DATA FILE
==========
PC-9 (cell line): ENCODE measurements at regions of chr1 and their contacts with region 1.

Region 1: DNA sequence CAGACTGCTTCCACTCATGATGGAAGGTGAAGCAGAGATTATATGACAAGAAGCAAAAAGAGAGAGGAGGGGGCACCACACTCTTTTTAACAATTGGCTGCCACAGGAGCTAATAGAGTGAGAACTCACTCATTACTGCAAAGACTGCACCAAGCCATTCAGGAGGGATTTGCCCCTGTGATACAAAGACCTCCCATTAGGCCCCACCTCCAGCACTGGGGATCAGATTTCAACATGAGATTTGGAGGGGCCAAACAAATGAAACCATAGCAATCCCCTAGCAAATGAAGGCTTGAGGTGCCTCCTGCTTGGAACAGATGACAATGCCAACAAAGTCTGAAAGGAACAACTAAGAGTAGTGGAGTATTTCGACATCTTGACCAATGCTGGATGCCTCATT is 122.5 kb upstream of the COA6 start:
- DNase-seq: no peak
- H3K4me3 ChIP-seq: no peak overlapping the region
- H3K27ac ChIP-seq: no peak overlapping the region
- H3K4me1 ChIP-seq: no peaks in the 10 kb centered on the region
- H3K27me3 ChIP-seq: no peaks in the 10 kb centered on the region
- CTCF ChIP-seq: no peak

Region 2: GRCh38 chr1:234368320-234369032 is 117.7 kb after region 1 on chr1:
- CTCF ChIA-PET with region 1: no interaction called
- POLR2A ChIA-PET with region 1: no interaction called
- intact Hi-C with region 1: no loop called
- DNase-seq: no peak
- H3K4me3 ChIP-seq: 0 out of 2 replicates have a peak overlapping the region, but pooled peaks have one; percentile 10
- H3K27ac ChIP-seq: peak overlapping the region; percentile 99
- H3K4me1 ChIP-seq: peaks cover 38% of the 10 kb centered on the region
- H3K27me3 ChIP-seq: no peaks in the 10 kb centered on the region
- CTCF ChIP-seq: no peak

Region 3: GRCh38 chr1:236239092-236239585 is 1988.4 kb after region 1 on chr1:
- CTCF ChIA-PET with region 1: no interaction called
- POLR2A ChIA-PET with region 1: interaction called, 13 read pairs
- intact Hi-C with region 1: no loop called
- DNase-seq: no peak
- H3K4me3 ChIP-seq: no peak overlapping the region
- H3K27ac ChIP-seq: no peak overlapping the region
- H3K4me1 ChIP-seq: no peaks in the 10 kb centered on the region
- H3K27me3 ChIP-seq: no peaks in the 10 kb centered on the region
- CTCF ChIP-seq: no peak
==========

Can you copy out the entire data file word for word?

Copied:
PC-9 (cell line): ENCODE measurements at regions of chr1 and their contacts with region 1.

Region 1: DNA sequence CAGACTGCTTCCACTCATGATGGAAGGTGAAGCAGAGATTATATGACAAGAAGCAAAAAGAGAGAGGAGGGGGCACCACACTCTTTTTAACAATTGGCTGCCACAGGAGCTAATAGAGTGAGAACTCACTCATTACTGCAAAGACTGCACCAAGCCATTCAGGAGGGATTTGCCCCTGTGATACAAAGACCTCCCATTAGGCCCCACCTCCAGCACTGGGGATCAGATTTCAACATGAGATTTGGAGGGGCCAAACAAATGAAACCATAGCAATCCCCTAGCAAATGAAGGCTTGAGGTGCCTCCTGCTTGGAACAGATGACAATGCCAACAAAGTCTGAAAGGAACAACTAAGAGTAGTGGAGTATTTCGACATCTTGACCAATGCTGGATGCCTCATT is 122.5 kb upstream of the COA6 start:
- DNase-seq: no peak
- H3K4me3 ChIP-seq: no peak overlapping the region
- H3K27ac ChIP-seq: no peak overlapping the region
- H3K4me1 ChIP-seq: no peaks in the 10 kb centered on the region
- H3K27me3 ChIP-seq: no peaks in the 10 kb centered on the region
- CTCF ChIP-seq: no peak

Region 2: GRCh38 chr1:234368320-234369032 is 117.7 kb after region 1 on chr1:
- CTCF ChIA-PET with region 1: no interaction called
- POLR2A ChIA-PET with region 1: no interaction called
- intact Hi-C with region 1: no loop called
- DNase-seq: no peak
- H3K4me3 ChIP-seq: 0 out of 2 replicates have a peak overlapping the region, but pooled peaks have one; percentile 10
- H3K27ac ChIP-seq: peak overlapping the region; percentile 99
- H3K4me1 ChIP-seq: peaks cover 38% of the 10 kb centered on the region
- H3K27me3 ChIP-seq: no peaks in the 10 kb centered on the region
- CTCF ChIP-seq: no peak

Region 3: GRCh38 chr1:236239092-236239585 is 1988.4 kb after region 1 on chr1:
- CTCF ChIA-PET with region 1: no interaction called
- POLR2A ChIA-PET with region 1: interaction called, 13 read pairs
- intact Hi-C with region 1: no loop called
- DNase-seq: no peak
- H3K4me3 ChIP-seq: no peak overlapping the region
- H3K27ac ChIP-seq: no peak overlapping the region
- H3K4me1 ChIP-seq: no peaks in the 10 kb centered on the region
- H3K27me3 ChIP-seq: no peaks in the 10 kb centered on the region
- CTCF ChIP-seq: no peak